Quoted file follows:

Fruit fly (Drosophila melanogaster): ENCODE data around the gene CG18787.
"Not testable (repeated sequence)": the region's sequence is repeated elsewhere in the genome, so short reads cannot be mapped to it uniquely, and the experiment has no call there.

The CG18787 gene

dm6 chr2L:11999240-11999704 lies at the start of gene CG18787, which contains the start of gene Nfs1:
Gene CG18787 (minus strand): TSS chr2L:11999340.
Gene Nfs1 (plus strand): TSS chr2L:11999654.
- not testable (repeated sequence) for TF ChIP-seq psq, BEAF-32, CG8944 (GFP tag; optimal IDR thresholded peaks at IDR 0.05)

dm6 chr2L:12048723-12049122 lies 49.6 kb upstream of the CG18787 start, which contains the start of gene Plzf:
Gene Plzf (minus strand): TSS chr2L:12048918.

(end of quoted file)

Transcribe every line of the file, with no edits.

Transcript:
Fruit fly (Drosophila melanogaster): ENCODE data around the gene CG18787.
"Not testable (repeated sequence)": the region's sequence is repeated elsewhere in the genome, so short reads cannot be mapped to it uniquely, and the experiment has no call there.

The CG18787 gene

dm6 chr2L:11999240-11999704 lies at the start of gene CG18787, which contains the start of gene Nfs1:
Gene CG18787 (minus strand): TSS chr2L:11999340.
Gene Nfs1 (plus strand): TSS chr2L:11999654.
- not testable (repeated sequence) for TF ChIP-seq psq, BEAF-32, CG8944 (GFP tag; optimal IDR thresholded peaks at IDR 0.05)

dm6 chr2L:12048723-12049122 lies 49.6 kb upstream of the CG18787 start, which contains the start of gene Plzf:
Gene Plzf (minus strand): TSS chr2L:12048918.